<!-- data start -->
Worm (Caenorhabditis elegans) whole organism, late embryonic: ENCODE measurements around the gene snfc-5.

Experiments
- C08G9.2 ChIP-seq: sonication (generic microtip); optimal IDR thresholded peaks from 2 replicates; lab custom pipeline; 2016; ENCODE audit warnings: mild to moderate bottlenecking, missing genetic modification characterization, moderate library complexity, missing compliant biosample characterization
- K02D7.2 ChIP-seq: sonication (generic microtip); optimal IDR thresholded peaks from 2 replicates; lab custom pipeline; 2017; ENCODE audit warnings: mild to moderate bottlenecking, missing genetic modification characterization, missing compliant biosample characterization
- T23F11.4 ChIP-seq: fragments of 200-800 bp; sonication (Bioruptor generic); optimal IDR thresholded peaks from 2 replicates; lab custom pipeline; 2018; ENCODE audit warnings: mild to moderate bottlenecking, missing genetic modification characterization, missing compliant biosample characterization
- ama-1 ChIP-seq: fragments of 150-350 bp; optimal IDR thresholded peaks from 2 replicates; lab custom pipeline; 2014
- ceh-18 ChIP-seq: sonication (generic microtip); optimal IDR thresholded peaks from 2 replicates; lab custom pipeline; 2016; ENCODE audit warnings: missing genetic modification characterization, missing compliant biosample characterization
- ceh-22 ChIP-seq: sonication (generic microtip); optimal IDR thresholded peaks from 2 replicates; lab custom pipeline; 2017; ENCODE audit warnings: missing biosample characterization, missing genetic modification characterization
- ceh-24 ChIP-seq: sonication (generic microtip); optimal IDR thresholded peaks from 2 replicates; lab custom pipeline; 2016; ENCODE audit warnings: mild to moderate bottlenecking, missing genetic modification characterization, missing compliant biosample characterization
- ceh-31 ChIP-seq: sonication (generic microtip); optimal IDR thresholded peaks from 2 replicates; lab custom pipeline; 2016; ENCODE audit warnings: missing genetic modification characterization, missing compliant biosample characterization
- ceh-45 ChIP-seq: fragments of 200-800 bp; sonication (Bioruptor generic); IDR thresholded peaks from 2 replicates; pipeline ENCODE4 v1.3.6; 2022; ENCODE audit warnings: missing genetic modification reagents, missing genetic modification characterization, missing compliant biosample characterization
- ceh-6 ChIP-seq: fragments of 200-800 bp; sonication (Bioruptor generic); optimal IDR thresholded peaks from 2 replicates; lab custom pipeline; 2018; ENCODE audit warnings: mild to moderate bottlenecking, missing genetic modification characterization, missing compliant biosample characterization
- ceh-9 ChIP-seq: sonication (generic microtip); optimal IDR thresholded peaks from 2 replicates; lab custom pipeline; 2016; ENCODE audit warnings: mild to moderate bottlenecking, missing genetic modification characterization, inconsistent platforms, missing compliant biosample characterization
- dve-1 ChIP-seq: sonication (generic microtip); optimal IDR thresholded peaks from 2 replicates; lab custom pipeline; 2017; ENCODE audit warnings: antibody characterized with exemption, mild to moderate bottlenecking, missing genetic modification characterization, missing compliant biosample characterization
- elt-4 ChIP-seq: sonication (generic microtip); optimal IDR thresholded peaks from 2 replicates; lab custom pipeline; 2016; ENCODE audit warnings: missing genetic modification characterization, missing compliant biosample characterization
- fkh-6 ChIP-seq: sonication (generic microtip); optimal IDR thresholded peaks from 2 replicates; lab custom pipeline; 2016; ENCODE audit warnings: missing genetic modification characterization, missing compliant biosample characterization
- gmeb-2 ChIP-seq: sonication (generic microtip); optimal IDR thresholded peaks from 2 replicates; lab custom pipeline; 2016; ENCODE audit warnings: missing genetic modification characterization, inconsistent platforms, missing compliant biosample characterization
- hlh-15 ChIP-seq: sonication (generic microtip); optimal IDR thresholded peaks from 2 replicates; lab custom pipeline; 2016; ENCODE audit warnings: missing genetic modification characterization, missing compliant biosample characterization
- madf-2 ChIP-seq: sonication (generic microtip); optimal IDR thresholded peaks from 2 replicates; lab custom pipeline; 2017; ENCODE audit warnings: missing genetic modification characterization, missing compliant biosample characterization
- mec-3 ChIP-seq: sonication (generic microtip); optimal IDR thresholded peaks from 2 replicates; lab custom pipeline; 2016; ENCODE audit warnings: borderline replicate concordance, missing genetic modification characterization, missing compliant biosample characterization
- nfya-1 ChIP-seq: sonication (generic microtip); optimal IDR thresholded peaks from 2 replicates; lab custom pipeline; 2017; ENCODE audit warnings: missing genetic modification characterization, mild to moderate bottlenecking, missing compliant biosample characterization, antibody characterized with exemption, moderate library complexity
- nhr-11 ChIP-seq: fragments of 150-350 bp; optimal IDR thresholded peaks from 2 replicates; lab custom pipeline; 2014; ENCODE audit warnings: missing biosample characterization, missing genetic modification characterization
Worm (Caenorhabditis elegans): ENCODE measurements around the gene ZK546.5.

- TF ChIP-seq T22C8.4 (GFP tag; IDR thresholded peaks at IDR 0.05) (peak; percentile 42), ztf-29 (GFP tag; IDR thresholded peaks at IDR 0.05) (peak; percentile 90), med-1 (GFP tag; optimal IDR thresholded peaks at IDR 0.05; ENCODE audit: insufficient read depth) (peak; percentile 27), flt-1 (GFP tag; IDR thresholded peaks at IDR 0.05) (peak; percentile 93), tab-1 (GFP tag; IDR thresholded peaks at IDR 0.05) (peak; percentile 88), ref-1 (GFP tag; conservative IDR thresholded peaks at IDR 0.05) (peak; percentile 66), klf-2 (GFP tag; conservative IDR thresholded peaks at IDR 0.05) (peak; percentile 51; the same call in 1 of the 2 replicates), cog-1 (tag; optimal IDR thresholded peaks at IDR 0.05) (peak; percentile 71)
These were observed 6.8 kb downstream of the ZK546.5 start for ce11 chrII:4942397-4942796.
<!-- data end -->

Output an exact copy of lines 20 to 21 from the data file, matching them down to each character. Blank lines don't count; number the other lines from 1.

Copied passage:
- mec-3 ChIP-seq: sonication (generic microtip); optimal IDR thresholded peaks from 2 replicates; lab custom pipeline; 2016; ENCODE audit warnings: borderline replicate concordance, missing genetic modification characterization, missing compliant biosample characterization
- nfya-1 ChIP-seq: sonication (generic microtip); optimal IDR thresholded peaks from 2 replicates; lab custom pipeline; 2017; ENCODE audit warnings: missing genetic modification characterization, mild to moderate bottlenecking, missing compliant biosample characterization, antibody characterized with exemption, moderate library complexity